LM373 ~ Arduino & Si5351

The use of the Arduino and the Si5351 can cause hair pulling, fallen arches and a bad case of dandruff! The problems typically encountered can be traced to the builder and not the code or the hardware. So beware and follow closely what is being shared and this shouild result few if any problems.

The Arduino essentially provides the control and traffic direction for operating the Si5351 PLL Clock Generator and the 160X128 Color TFT. But it is not just a simple matter of connecting a few wires and you are done, as there must be much in the way of preparatroy work that must be accomplished first. If taking that path conflicts with an individual's slash and burn attitude, then you best build an archaic analog VFO and BFO. So if you want to go modern here is a check list of things you will need just to start the process.


1 Arduino Nano
You can use a Uno R3 or Pro-Mini. But the Uno is a much larger footprint and the Pro-Mini lacks a 3.3 Volt Regulator which you will need for the display. I have used a Pro-Mini but added an external 3.3 VDC Regulator. by and large the Nano is the best choice.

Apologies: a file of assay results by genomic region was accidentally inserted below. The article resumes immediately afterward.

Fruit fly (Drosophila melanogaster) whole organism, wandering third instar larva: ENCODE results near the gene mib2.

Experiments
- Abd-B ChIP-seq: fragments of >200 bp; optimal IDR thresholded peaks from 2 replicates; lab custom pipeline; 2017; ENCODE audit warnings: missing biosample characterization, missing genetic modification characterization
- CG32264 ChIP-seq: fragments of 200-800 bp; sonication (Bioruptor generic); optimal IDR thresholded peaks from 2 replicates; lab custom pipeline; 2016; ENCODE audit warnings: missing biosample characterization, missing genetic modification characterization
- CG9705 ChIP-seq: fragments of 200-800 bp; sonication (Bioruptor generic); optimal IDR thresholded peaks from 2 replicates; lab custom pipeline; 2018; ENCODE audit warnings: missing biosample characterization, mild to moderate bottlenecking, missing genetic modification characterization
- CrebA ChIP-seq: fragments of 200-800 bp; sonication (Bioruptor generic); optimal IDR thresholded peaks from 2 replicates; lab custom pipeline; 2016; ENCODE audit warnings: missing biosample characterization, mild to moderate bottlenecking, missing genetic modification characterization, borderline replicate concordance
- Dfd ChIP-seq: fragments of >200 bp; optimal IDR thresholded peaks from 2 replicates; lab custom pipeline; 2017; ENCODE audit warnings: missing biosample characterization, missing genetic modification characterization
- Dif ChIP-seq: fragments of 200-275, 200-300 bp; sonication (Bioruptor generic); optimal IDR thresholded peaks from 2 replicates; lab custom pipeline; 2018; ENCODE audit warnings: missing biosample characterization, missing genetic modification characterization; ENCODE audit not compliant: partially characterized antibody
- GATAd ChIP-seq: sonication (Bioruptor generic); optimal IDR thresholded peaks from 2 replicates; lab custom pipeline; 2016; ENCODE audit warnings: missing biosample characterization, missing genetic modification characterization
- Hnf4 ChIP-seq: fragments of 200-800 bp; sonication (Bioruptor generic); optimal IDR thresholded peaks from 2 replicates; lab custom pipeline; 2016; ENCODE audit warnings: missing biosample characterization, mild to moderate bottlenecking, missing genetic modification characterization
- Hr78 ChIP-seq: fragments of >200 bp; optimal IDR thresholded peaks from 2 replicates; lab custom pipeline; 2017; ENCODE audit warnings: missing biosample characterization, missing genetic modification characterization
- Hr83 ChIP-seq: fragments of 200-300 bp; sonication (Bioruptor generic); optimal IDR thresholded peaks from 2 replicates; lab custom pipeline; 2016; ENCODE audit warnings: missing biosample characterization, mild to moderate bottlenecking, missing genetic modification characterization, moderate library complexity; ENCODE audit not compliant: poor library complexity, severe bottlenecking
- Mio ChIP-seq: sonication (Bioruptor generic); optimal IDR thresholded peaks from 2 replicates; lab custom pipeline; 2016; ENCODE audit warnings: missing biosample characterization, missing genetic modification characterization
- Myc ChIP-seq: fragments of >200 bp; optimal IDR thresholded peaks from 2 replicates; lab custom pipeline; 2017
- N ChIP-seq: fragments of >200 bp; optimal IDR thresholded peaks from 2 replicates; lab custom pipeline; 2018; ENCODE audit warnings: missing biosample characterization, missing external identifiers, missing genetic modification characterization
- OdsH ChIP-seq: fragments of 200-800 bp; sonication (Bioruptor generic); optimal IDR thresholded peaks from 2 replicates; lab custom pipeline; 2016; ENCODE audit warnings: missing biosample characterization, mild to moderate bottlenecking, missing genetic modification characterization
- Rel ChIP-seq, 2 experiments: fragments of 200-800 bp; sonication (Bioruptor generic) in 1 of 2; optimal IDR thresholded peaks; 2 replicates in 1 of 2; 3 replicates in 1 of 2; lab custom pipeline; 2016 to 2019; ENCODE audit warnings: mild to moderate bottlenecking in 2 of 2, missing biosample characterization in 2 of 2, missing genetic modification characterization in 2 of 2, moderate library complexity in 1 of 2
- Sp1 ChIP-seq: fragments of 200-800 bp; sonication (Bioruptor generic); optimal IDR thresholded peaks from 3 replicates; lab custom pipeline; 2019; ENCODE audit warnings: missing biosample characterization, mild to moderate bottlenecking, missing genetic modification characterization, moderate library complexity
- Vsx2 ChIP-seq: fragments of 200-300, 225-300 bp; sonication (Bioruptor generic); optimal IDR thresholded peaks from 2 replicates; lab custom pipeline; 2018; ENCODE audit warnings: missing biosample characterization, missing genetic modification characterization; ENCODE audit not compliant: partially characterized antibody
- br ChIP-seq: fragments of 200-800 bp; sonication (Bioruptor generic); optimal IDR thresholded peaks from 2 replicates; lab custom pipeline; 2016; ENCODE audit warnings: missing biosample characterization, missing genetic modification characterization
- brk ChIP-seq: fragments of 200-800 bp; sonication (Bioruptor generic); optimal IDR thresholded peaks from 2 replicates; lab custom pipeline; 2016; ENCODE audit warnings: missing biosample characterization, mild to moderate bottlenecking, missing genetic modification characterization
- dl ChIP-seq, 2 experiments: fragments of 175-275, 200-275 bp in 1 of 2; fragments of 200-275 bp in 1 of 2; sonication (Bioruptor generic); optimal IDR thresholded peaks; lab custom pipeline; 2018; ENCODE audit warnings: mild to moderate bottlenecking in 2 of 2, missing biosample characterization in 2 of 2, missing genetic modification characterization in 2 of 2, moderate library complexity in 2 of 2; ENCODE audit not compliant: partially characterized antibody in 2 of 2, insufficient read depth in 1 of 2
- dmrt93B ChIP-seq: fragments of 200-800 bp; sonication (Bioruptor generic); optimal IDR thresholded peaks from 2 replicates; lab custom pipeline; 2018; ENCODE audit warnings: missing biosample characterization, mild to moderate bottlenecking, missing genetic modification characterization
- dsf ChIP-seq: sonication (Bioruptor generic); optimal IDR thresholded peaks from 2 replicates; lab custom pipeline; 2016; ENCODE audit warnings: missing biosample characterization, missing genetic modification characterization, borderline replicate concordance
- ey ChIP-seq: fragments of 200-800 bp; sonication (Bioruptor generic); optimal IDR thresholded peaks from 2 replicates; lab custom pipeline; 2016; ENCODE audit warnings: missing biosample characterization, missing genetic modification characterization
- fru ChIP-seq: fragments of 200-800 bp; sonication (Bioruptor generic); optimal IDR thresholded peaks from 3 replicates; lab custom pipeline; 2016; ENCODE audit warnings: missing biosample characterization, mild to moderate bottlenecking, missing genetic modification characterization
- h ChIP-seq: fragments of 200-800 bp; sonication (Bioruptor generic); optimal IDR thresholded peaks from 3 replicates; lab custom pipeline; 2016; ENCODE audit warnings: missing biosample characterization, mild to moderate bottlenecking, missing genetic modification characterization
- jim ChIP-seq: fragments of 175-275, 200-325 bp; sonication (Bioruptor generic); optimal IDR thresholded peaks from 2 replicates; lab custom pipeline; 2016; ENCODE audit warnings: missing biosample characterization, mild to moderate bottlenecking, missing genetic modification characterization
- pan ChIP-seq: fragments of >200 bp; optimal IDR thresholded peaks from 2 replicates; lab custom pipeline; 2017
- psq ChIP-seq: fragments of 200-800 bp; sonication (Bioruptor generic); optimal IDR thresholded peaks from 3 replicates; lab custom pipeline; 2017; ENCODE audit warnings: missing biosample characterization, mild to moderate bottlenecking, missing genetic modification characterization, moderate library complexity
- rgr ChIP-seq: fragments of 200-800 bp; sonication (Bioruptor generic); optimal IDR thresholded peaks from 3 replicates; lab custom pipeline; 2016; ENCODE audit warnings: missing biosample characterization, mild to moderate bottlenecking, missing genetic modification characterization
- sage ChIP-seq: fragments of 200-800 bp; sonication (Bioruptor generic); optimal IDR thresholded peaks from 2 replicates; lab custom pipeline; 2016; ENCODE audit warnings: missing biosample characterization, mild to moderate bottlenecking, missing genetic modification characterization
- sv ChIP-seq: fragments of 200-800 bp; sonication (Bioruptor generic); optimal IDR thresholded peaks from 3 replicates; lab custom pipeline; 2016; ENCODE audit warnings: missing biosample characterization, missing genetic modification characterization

Adafruit Si5351 PLL Clock Generator
Be sure to order the SMA connectors for the board. Don't skimp --get the connectors.
2 Foot RG-174/U Coax cable with a male SMA at each end.
This cable can be purchased from Jameco Eelectronics. Cut the cable in half and you will have two 12 inch long cables with a male SMA at each end the the wire end is soldered to the circuit board
Circuit Board
Purchase a prototype circuit board with plated through holes. The size should be about 2.5 inches by 1.5 inches. There is enough room on the board to install the Nano, the Si5351 and a 9 VDC @ 1 amp regulator. I use pin headers (two rows along each side of the Nano) and then connect each Arduino pin to the header pins.
Jumper Wire Pack with a Female to Female at each end. Get the 8 inch long ones.
Using the jumper cables enables going from the header along each side of the Nano to the display -- all that is involved is a simple plug into the Arduino header on one end and the header on the display. There are 7 wires for the display. For the encoder I plug into 4 pins on the header and then cut the other end of the cable so that the four wires are then soldered to the encoder. The same process applies to the two switches (USB/LSB Select and Tune). An additional cable is plugged into Pin D6 and that is the output from the Tone Pin used on tune up. The other end of this cable is soldered to the RC filter.
I use a mechanical encoder from Bourns and available from Digi-Key. These cost about $1.50 and are good for 100K rotations. They have no detents and provide a smooth transition. The Step Tuning Rate Push Button is integral with this encoder.
Color TFT
The unit chosen is the 160X128 as this provides just the right size of viewing area and has four "real mounting holes. The 128 X 128 is smaller and not easily mounted to the front panel. Avoid using the Nokia Black and White display model 5110 as well as the OLED. The problem with the OLED is that you must add a measure of sheilding and bypassing to avoid "oled noise" from being heard in the receiver.